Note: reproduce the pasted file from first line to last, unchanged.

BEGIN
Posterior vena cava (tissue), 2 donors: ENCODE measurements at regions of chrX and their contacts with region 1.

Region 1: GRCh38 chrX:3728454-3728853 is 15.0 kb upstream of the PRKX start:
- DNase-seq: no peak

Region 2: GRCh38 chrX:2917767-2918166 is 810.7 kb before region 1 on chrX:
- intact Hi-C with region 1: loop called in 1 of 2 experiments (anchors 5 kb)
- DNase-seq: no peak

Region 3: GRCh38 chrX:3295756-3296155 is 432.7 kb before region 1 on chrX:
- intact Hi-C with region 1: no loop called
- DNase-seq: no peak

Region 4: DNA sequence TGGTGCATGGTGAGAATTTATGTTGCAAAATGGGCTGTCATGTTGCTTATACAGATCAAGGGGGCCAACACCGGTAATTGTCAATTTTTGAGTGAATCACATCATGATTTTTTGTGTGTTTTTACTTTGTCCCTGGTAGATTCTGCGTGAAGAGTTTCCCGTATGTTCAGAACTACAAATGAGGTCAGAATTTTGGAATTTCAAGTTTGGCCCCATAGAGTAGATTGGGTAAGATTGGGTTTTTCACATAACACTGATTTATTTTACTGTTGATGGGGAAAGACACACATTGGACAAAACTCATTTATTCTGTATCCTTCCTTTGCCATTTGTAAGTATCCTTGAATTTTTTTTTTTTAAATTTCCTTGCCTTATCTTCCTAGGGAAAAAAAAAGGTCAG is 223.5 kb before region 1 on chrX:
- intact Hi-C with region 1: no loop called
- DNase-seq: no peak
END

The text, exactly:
Posterior vena cava (tissue), 2 donors: ENCODE measurements at regions of chrX and their contacts with region 1.

Region 1: GRCh38 chrX:3728454-3728853 is 15.0 kb upstream of the PRKX start:
- DNase-seq: no peak

Region 2: GRCh38 chrX:2917767-2918166 is 810.7 kb before region 1 on chrX:
- intact Hi-C with region 1: loop called in 1 of 2 experiments (anchors 5 kb)
- DNase-seq: no peak

Region 3: GRCh38 chrX:3295756-3296155 is 432.7 kb before region 1 on chrX:
- intact Hi-C with region 1: no loop called
- DNase-seq: no peak

Region 4: DNA sequence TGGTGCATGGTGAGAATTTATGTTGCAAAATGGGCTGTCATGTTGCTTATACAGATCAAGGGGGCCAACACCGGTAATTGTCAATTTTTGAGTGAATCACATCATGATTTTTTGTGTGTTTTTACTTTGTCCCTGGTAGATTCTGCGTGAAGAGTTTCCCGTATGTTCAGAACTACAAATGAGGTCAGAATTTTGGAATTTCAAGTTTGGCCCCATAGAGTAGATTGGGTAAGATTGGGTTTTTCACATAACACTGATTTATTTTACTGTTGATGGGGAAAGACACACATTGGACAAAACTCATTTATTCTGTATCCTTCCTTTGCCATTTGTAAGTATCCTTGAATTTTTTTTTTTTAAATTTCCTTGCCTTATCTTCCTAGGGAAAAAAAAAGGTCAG is 223.5 kb before region 1 on chrX:
- intact Hi-C with region 1: no loop called
- DNase-seq: no peak